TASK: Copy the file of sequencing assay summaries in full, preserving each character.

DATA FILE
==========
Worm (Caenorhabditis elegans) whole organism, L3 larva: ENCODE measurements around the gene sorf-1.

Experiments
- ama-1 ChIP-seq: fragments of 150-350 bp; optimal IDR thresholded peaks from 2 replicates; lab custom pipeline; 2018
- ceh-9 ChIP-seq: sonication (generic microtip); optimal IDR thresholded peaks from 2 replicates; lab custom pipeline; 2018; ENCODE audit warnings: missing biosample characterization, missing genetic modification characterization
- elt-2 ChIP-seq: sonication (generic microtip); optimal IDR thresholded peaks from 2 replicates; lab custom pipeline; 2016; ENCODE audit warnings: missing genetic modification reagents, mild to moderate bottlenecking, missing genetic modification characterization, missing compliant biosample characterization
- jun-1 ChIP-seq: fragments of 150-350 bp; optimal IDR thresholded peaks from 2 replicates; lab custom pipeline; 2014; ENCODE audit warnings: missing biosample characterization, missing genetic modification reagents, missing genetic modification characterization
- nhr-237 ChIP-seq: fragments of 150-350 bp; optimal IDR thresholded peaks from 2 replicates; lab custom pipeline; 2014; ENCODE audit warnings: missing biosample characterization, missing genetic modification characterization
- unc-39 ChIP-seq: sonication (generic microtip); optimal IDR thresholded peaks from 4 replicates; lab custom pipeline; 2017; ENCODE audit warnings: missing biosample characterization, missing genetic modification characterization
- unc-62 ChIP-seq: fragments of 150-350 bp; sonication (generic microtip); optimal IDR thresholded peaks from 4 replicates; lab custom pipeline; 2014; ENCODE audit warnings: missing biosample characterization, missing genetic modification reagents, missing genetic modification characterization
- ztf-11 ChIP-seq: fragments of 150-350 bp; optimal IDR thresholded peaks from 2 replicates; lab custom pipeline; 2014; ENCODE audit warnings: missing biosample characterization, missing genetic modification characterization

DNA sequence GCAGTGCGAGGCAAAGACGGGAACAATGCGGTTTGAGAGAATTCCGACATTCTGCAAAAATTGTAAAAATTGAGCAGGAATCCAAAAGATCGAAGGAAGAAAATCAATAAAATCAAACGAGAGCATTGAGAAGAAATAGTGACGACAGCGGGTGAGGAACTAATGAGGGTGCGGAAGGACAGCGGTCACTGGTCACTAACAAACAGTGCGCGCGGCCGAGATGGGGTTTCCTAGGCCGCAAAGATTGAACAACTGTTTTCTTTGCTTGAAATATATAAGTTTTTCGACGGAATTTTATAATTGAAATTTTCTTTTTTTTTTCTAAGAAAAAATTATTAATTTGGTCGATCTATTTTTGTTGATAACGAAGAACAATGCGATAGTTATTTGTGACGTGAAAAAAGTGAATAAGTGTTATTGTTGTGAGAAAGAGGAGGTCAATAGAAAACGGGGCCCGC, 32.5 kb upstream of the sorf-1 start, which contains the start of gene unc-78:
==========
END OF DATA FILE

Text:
Worm (Caenorhabditis elegans) whole organism, L3 larva: ENCODE measurements around the gene sorf-1.

Experiments
- ama-1 ChIP-seq: fragments of 150-350 bp; optimal IDR thresholded peaks from 2 replicates; lab custom pipeline; 2018
- ceh-9 ChIP-seq: sonication (generic microtip); optimal IDR thresholded peaks from 2 replicates; lab custom pipeline; 2018; ENCODE audit warnings: missing biosample characterization, missing genetic modification characterization
- elt-2 ChIP-seq: sonication (generic microtip); optimal IDR thresholded peaks from 2 replicates; lab custom pipeline; 2016; ENCODE audit warnings: missing genetic modification reagents, mild to moderate bottlenecking, missing genetic modification characterization, missing compliant biosample characterization
- jun-1 ChIP-seq: fragments of 150-350 bp; optimal IDR thresholded peaks from 2 replicates; lab custom pipeline; 2014; ENCODE audit warnings: missing biosample characterization, missing genetic modification reagents, missing genetic modification characterization
- nhr-237 ChIP-seq: fragments of 150-350 bp; optimal IDR thresholded peaks from 2 replicates; lab custom pipeline; 2014; ENCODE audit warnings: missing biosample characterization, missing genetic modification characterization
- unc-39 ChIP-seq: sonication (generic microtip); optimal IDR thresholded peaks from 4 replicates; lab custom pipeline; 2017; ENCODE audit warnings: missing biosample characterization, missing genetic modification characterization
- unc-62 ChIP-seq: fragments of 150-350 bp; sonication (generic microtip); optimal IDR thresholded peaks from 4 replicates; lab custom pipeline; 2014; ENCODE audit warnings: missing biosample characterization, missing genetic modification reagents, missing genetic modification characterization
- ztf-11 ChIP-seq: fragments of 150-350 bp; optimal IDR thresholded peaks from 2 replicates; lab custom pipeline; 2014; ENCODE audit warnings: missing biosample characterization, missing genetic modification characterization

DNA sequence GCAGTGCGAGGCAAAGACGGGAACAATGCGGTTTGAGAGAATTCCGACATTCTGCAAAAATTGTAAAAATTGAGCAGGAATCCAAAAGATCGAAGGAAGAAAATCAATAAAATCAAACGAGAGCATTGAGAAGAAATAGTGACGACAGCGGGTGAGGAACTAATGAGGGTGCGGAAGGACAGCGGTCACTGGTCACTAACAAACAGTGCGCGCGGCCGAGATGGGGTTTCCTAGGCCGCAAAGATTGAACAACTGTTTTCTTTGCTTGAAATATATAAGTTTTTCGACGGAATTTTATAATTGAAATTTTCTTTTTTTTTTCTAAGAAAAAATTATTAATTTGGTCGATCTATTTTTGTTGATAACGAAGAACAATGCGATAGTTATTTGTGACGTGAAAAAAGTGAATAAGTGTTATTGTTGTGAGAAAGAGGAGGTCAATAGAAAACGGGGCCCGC, 32.5 kb upstream of the sorf-1 start, which contains the start of gene unc-78: